Volunteers from Wuhan Rescued More Than 200 Pets That Have Been Left Alone After City Lockdown

Every act has its consequences. Batman‘s refusal to kill Joker, for instance, paves the way for dozens more unnecessary deaths.

My friend Dogeza98XX’s tendency to stuff pineapple tarts down his throat by the dozens resulted in a rather substantial, though expected, increase in ‘muscle size’.

And the lockdown of Wuhan, a city that’s home to 11 million residents, meant two things as well: the refusal of entry to families who didn’t reach home in time… and the pets that languish at home, awaiting their return.

A return which might materialise only after the pets’ demise.

And so, it’s heartening to know that even at this time of crisis, there exist kind-hearted people who’ll brave the toxicity of the city to save all the helpless little critters who need help. The Wuhan Virus might’ve stolen the lives of many…

But it also highlighted the kindness that exists in people.

Unsung Heroes

According to China Daily, an animal protection organisation in Wuhan, Central China’s Hubei province, has saved the lives of more than 200 animals that were left at home during Spring Festival; the owners failed to return home before the city’s lockdown on 23 Jan, and their pets were left in a helpless state.

“If we don’t offer help, the dogs and cats would have decomposed at home before their owners got home,” Du Fan, president of the Wuhan Small Animal Protection Association, reportedly told Red Star News.

“It’s our responsibility to help the animals.”

Wuhan, a city that’s estimated to have at least 600,000 to 800,000 pet cats and dogs, has seen more than 700 families request the association for assistance.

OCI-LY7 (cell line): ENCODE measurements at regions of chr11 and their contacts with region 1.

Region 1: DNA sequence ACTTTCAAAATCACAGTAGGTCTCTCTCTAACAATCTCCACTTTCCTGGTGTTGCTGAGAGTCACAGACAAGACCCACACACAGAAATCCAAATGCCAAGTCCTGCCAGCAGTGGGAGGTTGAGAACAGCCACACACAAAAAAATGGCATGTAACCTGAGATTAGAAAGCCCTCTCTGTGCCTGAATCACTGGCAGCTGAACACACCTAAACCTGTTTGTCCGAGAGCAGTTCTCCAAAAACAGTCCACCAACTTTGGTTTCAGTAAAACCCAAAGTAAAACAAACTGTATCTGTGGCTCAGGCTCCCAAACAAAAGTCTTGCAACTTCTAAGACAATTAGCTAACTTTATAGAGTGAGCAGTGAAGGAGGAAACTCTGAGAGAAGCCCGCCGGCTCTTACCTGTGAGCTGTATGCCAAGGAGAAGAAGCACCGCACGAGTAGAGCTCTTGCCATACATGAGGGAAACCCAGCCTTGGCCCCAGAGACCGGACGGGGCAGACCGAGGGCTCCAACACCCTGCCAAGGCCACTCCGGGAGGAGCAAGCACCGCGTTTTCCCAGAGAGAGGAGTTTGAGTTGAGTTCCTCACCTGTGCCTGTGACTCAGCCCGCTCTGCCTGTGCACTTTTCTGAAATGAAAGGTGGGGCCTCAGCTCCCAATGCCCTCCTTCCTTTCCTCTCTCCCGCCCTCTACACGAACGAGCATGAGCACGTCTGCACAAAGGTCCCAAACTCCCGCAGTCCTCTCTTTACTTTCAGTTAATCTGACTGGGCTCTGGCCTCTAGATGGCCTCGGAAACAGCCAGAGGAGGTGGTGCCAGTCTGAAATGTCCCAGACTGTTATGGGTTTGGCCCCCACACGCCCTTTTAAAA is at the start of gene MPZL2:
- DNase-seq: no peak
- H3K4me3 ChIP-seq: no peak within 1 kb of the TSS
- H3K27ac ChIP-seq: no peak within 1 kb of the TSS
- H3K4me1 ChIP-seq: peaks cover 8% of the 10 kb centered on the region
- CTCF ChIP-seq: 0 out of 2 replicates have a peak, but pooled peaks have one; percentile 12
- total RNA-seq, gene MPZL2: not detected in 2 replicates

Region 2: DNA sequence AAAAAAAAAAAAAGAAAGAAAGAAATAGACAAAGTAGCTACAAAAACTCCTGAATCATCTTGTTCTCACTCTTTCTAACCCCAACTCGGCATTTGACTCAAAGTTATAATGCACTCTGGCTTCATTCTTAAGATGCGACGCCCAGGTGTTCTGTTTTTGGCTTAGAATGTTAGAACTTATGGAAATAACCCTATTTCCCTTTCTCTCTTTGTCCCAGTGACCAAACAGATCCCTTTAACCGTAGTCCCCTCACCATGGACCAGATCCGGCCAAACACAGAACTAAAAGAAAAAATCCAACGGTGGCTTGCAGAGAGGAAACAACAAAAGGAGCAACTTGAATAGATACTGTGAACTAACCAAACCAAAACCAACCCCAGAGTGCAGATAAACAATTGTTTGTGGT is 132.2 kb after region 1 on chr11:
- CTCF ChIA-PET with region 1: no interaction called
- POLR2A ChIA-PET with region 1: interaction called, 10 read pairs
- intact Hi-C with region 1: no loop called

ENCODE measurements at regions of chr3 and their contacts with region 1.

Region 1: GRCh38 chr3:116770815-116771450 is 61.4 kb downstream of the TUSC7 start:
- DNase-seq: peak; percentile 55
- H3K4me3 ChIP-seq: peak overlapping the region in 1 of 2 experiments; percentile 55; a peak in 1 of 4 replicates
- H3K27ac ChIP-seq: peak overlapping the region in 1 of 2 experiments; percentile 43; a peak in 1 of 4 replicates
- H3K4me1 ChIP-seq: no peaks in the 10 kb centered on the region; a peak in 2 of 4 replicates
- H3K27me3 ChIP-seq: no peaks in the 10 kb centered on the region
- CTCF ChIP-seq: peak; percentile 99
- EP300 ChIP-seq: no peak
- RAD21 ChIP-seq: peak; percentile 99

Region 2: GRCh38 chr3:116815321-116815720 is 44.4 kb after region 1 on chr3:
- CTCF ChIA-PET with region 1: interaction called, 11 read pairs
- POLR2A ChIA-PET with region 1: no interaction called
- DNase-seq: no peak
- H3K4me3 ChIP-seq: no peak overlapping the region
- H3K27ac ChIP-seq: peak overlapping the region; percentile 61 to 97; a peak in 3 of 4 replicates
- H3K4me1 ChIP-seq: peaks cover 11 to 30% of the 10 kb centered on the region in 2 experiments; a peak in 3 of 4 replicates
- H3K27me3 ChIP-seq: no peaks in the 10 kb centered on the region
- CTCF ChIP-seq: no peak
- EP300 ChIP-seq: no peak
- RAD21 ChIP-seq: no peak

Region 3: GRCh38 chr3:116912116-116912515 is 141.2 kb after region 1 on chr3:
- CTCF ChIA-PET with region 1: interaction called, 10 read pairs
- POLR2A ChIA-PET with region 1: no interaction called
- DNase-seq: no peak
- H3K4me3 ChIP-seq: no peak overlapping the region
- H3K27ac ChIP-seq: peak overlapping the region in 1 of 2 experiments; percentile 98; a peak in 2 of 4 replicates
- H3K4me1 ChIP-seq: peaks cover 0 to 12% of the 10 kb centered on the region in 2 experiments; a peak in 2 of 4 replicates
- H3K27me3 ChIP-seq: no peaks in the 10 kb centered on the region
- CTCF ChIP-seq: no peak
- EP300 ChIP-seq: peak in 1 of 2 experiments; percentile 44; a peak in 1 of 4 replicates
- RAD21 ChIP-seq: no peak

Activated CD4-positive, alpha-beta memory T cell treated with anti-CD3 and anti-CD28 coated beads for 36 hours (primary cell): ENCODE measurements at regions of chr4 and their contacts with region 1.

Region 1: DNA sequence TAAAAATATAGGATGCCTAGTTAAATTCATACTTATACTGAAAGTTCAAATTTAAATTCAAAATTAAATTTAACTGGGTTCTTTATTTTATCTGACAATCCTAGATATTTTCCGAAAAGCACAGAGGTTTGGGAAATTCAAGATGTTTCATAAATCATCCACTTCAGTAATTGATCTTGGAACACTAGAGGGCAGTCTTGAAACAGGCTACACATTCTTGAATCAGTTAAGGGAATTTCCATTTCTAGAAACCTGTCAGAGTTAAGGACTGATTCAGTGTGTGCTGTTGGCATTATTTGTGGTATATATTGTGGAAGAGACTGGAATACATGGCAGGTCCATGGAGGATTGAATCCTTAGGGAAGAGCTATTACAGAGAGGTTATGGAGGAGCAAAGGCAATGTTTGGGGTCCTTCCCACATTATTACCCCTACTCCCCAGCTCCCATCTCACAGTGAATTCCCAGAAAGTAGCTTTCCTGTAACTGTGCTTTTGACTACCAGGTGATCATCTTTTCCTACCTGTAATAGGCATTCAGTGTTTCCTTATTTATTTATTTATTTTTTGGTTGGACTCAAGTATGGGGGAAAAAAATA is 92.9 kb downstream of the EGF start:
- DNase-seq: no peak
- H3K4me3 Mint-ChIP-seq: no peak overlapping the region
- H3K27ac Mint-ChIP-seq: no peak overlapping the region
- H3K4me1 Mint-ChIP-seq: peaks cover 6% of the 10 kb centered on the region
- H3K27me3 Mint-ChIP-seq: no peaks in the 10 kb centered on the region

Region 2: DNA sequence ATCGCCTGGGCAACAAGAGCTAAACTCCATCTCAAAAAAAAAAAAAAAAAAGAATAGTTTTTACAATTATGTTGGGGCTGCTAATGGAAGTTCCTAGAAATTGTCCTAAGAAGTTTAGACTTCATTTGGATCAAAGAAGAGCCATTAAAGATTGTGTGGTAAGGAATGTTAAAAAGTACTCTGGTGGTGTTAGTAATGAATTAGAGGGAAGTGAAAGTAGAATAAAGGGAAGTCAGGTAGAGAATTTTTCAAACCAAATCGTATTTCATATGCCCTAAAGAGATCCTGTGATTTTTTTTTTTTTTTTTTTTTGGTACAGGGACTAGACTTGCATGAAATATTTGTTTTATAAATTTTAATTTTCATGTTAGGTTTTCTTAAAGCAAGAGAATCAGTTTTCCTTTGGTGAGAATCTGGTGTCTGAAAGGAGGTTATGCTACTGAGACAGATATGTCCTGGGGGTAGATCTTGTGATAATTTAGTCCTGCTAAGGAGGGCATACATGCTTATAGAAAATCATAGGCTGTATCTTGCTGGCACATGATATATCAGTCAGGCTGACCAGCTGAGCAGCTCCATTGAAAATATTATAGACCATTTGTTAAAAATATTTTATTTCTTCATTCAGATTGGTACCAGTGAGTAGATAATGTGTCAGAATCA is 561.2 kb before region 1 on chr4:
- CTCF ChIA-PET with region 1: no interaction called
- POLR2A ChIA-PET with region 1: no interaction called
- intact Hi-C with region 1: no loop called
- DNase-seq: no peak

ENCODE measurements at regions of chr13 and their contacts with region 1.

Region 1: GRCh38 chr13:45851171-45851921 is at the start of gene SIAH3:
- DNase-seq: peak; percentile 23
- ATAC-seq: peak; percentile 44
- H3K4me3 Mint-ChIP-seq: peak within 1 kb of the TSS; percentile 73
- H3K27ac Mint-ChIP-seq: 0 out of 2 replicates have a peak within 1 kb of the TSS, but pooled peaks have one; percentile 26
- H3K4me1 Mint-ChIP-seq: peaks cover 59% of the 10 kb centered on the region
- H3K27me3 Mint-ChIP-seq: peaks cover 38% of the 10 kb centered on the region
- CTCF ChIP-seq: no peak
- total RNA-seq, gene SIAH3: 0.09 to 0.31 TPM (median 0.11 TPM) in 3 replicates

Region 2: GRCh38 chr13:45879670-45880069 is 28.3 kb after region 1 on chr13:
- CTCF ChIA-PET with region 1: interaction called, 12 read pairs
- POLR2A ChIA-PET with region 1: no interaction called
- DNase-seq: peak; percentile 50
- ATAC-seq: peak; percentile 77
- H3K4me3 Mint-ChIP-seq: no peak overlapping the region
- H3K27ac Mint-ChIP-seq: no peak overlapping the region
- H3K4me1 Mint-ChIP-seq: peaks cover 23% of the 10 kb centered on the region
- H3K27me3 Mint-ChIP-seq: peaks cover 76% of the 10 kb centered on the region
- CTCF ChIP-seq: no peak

Workers and volunteers will take videos or initiate a video chat with the owners when they open the doors and feed the animals. Should there not be much food left at home, the association proceeds to offer free food, though an owner’s required to pay for unlocking a door if keys or passwords are not provided.

Some residential communities (especially those where coronavirus patients have been found), however, have prohibited volunteers from entering, namely out of fear of the novel coronavirus. While Du understands the reason behind the refusal, he expressed sympathy for the pets involved.

“We understand why they rejected us,” Du said. “But we feel sad and helpless.”

Social Media

On Monday (3 Feb), the hashtag “save the pets left behind in Wuhan” became the third-most searched term on Weibo, garnering millions of views from those unable to return to the city and others willing to help.

More than 2000 people also joined a group formed by the Wuhan Small Animal Protection Association on Chinese chat app QQ, to seek “kind-hearted people” willing to feed pets left behind in Wuhan.

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One member, in particular, asked if anybody would be willing to feed a pet snake.

“I’m worried to death” the user, who posted anonymously, said. “I didn’t let him hibernate this winter because he’s a baby snake.”

The post, however, had no takers as of late Monday.

The drive to rescue pets comes after numerous Chinese media reports said “apartment complexes had banned pets to stop the spread of the virus”, as well as “unverified reports that people had thrown animals to their deaths for similar reasons”.

According to the World Health Organisation, there’s “no evidence that dogs, cats and other pets can catch the novel coronavirus”.

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Heartening News

As China continues its fight against the Coronavirus Outbreak (the city of Wenzhou was placed under a similar lockdown to Wuhan on Sunday (2 Feb 2019)), it’s heartening to see that there remains a cause for positivism.

We hope that the situation in China will improve and that death tolls will be kept to a minimum as the country faces its greatest threat in years.


You can do it, China!

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